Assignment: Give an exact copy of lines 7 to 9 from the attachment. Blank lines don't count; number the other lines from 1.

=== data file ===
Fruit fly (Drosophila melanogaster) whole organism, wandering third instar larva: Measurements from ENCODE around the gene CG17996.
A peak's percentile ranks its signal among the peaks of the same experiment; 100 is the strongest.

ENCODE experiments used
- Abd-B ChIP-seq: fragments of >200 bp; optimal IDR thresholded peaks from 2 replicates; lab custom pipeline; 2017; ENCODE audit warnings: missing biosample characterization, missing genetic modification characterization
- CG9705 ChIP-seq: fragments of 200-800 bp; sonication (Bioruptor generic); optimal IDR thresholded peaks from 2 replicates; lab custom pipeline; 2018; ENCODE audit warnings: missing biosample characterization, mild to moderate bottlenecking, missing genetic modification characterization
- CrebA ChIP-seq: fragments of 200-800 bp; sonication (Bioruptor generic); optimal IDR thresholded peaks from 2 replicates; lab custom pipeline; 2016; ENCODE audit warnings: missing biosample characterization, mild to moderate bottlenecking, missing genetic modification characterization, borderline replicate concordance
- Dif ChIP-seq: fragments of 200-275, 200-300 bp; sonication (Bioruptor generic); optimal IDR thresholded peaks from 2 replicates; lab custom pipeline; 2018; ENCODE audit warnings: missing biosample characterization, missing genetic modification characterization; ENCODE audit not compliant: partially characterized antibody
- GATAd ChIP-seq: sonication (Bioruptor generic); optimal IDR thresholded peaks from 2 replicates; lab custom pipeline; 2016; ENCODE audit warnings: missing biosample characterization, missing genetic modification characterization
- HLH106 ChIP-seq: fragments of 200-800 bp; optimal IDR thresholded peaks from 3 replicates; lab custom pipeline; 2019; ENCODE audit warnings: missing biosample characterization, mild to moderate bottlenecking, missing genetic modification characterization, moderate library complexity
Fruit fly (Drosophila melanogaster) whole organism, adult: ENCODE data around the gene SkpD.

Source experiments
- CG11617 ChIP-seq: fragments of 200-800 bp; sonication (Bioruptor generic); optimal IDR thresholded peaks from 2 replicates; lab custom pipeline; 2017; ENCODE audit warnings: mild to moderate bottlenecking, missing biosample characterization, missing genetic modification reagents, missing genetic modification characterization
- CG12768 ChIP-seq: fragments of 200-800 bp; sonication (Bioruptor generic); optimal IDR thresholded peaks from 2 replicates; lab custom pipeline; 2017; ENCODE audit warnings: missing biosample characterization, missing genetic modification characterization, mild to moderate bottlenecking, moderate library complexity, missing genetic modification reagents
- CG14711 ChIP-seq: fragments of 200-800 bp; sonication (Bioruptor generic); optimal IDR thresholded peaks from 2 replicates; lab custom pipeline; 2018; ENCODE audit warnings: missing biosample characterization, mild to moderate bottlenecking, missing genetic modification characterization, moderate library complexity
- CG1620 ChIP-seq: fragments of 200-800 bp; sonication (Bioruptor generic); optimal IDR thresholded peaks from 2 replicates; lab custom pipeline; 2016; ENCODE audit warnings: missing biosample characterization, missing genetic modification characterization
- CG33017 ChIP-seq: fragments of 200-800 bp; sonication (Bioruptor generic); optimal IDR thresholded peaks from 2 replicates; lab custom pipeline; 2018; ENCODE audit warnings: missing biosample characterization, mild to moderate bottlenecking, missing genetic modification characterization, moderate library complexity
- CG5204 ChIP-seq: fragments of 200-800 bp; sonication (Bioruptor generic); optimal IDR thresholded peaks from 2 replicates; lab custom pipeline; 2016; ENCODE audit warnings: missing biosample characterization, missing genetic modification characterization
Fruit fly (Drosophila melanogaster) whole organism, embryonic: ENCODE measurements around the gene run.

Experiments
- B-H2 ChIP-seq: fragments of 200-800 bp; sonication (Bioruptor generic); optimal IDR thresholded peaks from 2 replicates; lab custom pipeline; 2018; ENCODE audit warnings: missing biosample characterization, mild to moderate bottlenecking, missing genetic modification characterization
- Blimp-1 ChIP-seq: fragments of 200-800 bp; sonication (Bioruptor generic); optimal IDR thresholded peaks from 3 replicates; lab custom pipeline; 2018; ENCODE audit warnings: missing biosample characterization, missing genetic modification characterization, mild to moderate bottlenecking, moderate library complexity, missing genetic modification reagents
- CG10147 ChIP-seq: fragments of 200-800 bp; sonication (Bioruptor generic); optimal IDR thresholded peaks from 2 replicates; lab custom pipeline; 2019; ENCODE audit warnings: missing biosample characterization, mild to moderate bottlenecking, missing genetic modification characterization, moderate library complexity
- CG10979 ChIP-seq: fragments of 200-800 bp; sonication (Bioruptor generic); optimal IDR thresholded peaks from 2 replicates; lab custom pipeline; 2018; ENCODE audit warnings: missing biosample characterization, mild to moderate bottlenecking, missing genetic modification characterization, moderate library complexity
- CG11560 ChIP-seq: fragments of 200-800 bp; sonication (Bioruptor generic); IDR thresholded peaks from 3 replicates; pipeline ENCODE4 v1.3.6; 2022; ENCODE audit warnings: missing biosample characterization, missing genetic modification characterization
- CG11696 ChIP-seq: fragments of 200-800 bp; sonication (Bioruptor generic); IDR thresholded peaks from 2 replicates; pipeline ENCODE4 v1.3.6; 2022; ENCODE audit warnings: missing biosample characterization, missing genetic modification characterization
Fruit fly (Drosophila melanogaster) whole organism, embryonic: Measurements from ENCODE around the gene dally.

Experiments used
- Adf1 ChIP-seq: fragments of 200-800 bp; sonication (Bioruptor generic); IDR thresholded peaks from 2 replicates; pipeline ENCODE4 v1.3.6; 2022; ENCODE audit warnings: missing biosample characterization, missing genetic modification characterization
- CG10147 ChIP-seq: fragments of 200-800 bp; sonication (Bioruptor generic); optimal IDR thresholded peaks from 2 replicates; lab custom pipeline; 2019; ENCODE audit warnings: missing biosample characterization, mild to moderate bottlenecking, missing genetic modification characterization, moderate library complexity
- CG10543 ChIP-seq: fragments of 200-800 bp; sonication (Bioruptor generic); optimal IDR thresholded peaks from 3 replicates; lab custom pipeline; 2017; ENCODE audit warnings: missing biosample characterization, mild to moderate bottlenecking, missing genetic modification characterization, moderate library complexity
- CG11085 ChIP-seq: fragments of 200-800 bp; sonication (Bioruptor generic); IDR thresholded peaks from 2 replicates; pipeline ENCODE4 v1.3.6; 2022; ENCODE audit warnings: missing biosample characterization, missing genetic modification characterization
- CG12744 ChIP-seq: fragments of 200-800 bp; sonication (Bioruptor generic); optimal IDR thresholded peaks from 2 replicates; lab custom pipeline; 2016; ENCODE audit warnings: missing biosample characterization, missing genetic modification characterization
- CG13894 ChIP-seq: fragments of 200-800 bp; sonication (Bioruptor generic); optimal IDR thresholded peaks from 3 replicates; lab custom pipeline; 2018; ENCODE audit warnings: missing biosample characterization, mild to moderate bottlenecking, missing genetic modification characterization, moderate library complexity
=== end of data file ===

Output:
- Dif ChIP-seq: fragments of 200-275, 200-300 bp; sonication (Bioruptor generic); optimal IDR thresholded peaks from 2 replicates; lab custom pipeline; 2018; ENCODE audit warnings: missing biosample characterization, missing genetic modification characterization; ENCODE audit not compliant: partially characterized antibody
- GATAd ChIP-seq: sonication (Bioruptor generic); optimal IDR thresholded peaks from 2 replicates; lab custom pipeline; 2016; ENCODE audit warnings: missing biosample characterization, missing genetic modification characterization
- HLH106 ChIP-seq: fragments of 200-800 bp; optimal IDR thresholded peaks from 3 replicates; lab custom pipeline; 2019; ENCODE audit warnings: missing biosample characterization, mild to moderate bottlenecking, missing genetic modification characterization, moderate library complexity